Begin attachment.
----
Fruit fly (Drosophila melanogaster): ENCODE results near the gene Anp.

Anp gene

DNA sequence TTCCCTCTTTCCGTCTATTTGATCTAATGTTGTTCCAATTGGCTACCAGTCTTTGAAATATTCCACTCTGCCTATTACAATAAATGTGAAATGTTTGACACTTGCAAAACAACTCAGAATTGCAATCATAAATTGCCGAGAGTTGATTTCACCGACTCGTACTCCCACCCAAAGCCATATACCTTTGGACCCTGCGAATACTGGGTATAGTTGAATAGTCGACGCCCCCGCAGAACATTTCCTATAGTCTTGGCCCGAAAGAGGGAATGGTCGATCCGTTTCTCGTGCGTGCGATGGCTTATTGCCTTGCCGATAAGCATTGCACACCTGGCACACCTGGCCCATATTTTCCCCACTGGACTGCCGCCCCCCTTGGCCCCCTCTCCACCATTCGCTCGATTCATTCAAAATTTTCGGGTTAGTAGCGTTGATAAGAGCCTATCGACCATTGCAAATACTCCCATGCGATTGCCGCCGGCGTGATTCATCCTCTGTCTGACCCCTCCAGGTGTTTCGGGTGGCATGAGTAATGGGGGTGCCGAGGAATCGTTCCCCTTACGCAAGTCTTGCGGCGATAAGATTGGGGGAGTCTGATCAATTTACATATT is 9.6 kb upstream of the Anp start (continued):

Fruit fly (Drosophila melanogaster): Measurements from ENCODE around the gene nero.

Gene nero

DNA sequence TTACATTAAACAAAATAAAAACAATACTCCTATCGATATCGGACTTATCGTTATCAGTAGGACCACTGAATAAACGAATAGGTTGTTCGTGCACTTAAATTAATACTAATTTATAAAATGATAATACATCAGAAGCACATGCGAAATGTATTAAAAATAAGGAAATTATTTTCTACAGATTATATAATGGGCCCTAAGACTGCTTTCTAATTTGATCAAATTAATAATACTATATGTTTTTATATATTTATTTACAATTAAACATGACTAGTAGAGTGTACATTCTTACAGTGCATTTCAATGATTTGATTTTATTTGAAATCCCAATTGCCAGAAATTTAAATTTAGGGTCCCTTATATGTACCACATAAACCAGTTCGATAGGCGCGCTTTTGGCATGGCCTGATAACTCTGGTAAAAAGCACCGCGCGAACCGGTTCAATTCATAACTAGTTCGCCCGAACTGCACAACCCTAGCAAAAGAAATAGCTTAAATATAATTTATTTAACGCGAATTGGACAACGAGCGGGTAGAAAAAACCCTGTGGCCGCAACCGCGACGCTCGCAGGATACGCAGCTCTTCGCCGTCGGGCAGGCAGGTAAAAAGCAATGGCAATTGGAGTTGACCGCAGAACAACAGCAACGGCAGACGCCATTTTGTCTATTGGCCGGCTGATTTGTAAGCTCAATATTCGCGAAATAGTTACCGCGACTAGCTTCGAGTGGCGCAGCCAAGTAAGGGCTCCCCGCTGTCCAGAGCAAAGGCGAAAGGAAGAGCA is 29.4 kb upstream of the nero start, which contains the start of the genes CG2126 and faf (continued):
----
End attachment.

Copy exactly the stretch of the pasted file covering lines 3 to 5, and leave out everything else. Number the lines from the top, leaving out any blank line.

DNA sequence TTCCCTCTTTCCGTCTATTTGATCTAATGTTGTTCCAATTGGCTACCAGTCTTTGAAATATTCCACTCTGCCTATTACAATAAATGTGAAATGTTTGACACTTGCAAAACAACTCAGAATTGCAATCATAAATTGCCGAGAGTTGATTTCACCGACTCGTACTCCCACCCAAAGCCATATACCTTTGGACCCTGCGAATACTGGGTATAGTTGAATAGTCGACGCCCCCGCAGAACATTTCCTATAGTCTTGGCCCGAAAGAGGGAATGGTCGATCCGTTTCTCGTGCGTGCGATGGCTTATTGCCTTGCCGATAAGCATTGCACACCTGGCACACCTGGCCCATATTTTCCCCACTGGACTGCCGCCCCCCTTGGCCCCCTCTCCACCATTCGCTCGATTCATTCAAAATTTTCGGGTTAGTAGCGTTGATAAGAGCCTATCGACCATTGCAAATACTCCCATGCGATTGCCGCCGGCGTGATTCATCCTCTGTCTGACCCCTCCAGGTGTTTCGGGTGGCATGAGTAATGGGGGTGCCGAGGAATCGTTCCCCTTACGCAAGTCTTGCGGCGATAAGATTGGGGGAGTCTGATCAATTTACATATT is 9.6 kb upstream of the Anp start (continued):

Fruit fly (Drosophila melanogaster): Measurements from ENCODE around the gene nero.

Gene nero